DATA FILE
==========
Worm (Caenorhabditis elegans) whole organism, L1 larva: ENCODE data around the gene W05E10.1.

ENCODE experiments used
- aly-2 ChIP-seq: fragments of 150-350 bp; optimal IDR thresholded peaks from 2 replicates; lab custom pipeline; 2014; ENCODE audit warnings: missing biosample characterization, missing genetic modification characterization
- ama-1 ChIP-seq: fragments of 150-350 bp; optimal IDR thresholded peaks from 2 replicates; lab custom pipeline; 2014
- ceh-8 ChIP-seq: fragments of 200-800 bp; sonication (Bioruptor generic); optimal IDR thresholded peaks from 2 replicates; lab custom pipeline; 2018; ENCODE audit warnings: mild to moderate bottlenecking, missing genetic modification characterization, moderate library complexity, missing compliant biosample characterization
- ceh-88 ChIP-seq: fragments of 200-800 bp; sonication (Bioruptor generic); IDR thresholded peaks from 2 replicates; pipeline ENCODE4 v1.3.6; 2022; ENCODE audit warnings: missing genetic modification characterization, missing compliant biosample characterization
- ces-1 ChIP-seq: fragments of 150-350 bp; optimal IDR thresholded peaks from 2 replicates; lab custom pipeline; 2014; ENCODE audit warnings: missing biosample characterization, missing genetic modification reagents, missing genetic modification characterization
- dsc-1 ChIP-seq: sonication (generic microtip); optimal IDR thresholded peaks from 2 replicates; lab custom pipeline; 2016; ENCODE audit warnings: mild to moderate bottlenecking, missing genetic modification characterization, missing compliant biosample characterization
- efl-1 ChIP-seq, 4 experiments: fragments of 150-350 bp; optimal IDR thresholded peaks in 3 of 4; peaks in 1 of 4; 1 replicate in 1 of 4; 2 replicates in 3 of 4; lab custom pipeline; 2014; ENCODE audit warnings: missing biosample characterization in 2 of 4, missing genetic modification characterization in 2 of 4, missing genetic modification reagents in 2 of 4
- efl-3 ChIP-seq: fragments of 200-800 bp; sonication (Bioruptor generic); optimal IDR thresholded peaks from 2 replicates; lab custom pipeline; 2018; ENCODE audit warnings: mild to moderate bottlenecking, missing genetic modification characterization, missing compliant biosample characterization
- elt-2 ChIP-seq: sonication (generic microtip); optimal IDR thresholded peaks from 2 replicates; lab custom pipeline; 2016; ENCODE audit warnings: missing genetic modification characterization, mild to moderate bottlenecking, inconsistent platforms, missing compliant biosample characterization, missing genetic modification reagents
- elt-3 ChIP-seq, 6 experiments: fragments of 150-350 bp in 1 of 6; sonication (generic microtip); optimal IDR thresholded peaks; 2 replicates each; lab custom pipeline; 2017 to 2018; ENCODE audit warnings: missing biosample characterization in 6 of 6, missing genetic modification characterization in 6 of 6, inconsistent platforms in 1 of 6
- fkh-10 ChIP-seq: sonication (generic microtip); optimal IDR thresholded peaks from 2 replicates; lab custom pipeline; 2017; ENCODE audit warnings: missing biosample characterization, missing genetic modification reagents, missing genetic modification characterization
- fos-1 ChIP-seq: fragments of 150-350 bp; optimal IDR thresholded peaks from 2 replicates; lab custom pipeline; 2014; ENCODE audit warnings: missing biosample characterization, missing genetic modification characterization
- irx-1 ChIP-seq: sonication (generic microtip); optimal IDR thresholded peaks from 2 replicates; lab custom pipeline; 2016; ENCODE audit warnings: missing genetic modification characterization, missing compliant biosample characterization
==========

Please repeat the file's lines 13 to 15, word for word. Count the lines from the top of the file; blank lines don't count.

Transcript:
- fkh-10 ChIP-seq: sonication (generic microtip); optimal IDR thresholded peaks from 2 replicates; lab custom pipeline; 2017; ENCODE audit warnings: missing biosample characterization, missing genetic modification reagents, missing genetic modification characterization
- fos-1 ChIP-seq: fragments of 150-350 bp; optimal IDR thresholded peaks from 2 replicates; lab custom pipeline; 2014; ENCODE audit warnings: missing biosample characterization, missing genetic modification characterization
- irx-1 ChIP-seq: sonication (generic microtip); optimal IDR thresholded peaks from 2 replicates; lab custom pipeline; 2016; ENCODE audit warnings: missing genetic modification characterization, missing compliant biosample characterization